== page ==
Stüssy pays homage to the history of hip hop

Stüssy pays homage to the history of hip hop

Andrea Tuzio · 5 months ago · Style

The bond that exists between Stüssy and hip hop is very close and this new collaboration is a clear demonstration of that.
The brand founded by Shawn Stüssy has paid homage to the history of hip hop by collaborating with what is considered the best DJ/MC duo of the late 80s, Eric B. & Rakim.  

Two iconic names, the East Coast duo formed on Long Island, New York in 1986 during what is universally recognized as the Golden age of rap. They first met in 1985 while Eric was working at WBLS, a NYC radio station. The following year they started their work together and in July ’87 they released their debut album Paid in Full – considered a true pillar of the Golden age – which greatly influenced the entire genre thanks to Rakim’s style and Eric B’s samples.

This collaboration celebrates their second album Follow the Leader from 1988, which was a huge critical success. 
The collection includes a co-branded t-shirt, long sleeve and hoodie, all of which feature imagery from the album.

Stüssy’s capsule collection in collaboration with Eric B. & Rakim will be released in select chapter stores of the brand worldwide, select Dover Street Market locations and on stussy.com tomorrow, December 17

 
 
 
 
 
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Un post condiviso da Stüssy (@stussy)

Stüssy pays homage to the history of hip hop
Style
Stüssy pays homage to the history of hip hop
Stüssy pays homage to the history of hip hop
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Collater.al & Brillo. Together in the name of the love of illustration

Collater.al & Brillo. Together in the name of the love of illustration

Giulia Guido · 1 week ago · Art

We need new imagery, created in pencil, pen, black and white or colour, drawn on a sheet of paper or digitally. We also need a place where we can admire and immerse ourselves in these imaginaries. And what if this place were actually two? 
Collater.al and Brillo have joined forces to give even greater prominence to illustrators who are ready to take us into their world.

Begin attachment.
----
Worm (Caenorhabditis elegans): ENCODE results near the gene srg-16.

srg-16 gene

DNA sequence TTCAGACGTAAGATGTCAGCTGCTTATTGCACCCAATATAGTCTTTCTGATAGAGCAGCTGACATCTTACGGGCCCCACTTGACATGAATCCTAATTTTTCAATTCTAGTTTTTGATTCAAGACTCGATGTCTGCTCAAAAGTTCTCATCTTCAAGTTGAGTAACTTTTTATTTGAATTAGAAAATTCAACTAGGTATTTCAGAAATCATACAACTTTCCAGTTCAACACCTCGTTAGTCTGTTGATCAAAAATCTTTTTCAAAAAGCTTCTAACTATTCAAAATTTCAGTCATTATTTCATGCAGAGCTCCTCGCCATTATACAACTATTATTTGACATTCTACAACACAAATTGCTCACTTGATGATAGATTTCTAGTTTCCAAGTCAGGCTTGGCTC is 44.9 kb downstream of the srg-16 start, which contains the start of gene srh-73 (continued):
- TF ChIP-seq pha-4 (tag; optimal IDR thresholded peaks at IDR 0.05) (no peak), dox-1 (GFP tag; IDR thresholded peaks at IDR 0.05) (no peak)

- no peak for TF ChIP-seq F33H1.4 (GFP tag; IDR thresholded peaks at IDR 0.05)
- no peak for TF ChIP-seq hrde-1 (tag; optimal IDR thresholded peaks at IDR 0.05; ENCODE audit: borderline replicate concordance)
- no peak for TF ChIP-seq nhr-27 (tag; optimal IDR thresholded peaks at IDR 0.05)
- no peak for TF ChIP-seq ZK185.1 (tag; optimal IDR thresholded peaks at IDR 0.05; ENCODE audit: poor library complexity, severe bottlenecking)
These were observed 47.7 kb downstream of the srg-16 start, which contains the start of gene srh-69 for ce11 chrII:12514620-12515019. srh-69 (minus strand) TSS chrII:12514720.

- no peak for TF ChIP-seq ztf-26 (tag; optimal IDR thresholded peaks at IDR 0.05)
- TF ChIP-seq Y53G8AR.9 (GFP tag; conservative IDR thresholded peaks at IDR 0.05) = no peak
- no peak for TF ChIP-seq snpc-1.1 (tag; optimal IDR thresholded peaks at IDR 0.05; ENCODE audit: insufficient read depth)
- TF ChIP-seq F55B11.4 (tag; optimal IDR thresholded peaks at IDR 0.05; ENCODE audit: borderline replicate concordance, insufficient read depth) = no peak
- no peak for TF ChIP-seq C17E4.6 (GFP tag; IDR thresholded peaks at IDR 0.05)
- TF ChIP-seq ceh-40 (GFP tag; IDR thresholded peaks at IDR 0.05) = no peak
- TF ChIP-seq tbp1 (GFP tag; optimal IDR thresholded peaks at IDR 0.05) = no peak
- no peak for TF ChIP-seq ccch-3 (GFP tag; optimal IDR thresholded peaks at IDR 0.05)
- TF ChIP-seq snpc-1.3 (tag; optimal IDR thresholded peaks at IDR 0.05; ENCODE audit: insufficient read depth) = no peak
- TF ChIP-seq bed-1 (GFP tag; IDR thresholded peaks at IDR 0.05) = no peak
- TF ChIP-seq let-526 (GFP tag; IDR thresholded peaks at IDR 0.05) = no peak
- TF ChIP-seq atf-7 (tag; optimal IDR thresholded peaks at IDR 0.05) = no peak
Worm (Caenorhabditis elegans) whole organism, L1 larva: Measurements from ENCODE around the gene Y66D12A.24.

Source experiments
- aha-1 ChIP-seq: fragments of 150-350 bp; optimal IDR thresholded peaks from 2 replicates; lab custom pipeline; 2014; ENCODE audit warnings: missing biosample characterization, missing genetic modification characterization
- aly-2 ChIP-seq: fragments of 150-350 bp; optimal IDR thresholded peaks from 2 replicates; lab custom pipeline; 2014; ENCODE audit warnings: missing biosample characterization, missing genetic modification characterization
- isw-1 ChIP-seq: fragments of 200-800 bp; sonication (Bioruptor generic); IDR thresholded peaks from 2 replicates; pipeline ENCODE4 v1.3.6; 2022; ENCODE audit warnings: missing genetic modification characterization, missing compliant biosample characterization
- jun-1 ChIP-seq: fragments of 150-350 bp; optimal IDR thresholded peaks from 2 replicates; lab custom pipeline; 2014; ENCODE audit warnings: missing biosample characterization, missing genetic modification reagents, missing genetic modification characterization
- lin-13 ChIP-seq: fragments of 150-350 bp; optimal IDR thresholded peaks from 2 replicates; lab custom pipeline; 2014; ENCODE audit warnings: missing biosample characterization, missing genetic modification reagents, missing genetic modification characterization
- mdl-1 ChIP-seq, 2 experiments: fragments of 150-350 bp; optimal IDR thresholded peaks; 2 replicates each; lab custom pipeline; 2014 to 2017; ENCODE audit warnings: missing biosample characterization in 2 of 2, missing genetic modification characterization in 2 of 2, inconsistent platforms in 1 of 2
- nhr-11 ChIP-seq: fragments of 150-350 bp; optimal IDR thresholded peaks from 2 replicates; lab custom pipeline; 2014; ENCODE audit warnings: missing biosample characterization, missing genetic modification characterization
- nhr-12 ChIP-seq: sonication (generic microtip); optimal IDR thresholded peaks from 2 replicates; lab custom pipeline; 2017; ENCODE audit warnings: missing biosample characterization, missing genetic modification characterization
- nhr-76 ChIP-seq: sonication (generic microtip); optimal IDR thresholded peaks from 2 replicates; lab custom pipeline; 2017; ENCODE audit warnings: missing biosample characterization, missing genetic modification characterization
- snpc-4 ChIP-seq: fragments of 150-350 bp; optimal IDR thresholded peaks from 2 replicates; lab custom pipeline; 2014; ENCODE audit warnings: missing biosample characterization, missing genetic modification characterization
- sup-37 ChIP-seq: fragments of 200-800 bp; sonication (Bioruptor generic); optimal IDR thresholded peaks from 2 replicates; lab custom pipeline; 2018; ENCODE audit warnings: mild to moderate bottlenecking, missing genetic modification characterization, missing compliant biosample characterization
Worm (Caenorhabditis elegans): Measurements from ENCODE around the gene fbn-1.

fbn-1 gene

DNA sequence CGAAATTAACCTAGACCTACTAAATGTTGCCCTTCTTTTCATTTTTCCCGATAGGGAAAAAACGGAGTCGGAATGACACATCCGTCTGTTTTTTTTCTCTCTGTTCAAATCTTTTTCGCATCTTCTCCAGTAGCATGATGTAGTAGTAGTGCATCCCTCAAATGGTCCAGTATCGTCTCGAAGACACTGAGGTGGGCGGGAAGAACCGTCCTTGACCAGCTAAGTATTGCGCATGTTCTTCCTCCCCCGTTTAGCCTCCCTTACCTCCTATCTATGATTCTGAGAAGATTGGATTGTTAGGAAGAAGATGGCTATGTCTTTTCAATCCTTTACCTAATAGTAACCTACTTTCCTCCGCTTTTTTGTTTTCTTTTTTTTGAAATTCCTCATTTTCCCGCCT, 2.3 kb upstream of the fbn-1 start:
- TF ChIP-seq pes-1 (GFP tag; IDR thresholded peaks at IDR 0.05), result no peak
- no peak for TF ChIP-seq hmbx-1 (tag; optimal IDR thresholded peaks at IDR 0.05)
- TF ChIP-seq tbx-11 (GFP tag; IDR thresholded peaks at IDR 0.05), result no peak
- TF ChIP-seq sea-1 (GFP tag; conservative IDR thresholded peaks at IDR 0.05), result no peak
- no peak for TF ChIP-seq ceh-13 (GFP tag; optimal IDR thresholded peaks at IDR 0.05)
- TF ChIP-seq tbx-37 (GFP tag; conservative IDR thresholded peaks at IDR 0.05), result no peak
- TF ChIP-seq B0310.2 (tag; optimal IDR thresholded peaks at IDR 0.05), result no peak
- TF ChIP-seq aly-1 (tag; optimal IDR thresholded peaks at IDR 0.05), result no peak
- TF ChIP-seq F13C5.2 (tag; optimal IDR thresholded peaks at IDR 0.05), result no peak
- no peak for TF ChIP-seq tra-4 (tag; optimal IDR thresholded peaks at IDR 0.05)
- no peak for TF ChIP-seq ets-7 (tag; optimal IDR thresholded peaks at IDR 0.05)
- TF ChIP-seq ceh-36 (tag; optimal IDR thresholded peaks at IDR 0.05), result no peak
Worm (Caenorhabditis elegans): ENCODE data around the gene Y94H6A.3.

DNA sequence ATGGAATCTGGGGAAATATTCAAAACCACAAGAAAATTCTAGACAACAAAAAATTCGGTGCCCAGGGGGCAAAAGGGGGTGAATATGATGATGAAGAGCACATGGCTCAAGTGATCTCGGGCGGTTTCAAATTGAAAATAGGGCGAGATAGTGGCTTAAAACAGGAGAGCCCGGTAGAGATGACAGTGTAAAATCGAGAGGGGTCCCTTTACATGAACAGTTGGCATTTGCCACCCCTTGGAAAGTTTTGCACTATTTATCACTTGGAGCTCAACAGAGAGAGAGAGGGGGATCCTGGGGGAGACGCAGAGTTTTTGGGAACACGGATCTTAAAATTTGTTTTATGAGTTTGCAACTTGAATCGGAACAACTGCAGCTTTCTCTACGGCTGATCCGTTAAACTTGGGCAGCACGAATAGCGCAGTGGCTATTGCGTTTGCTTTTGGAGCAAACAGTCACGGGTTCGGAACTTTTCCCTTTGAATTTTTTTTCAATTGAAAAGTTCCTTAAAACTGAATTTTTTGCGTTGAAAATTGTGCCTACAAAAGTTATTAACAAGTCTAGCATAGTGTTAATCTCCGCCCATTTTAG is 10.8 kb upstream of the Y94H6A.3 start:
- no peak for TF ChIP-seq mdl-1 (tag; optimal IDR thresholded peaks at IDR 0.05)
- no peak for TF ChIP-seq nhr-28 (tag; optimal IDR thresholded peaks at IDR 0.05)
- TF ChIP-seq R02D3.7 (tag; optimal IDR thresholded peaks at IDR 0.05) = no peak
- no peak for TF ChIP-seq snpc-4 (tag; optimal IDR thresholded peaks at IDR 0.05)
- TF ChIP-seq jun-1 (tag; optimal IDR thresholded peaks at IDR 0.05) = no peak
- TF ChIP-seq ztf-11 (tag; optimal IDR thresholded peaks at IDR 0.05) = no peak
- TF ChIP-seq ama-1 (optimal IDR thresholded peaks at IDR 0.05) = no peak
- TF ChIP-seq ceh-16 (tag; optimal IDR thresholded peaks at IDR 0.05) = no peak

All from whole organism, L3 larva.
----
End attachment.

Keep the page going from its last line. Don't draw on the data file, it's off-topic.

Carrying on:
Over the next few months, the Instagram profiles of @collater.al and @brillo_magazine will feature the work of these young talents, who promptly responded to the open call launched by the two magazines, and which you can always review here. 

DANIELE MORGANTI

LORENA SPURIO aka WABISABI

 
 
 
 
 
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Un post condiviso da Collater.al Magazine (@collater.al)

SOFIA ROMAGNOLO aka AZZURROSCURO

 
 
 
 
 
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Un post condiviso da Collater.al Magazine (@collater.al)

MARIANNA POGGIONI

 
 
 
 
 
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Un post condiviso da Collater.al Magazine (@collater.al)

CHARLOTTE LE BLEU

BERTRAND AZNAR

ANTONIO COLOMBONI aka SCOMBINATO

SHUT UP CLAUDIA

EDOARDO MARCONI aka RADIOCOMANDERO

Cover by Carlotte Le Bleu

Collater.al & Brillo. Together in the name of the love of illustration
Art
Collater.al & Brillo. Together in the name of the love of illustration
Collater.al & Brillo. Together in the name of the love of illustration
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“Okja” in ten frames

“Okja” in ten frames

Giulia Guido · 1 week ago · Art

Okja” is a 2017 film directed by Bong Joon-ho. Although it did not rake in awards like the subsequent “Parasite“, “Okja” ranks among the South Korean director’s best works and features an ensemble cast that includes Tilda Swinton, Paul Dano, Lily Collins, Giancarlo Esposito, and Jake Gyllenhaal.

The film tells the story of a young girl who for most of her life has raised a genetically modified “super pig,” building a bond of mutual affection with him. But their lives are set to change drastically as the industry that actually created the animal must take it back to begin the slaughtering process.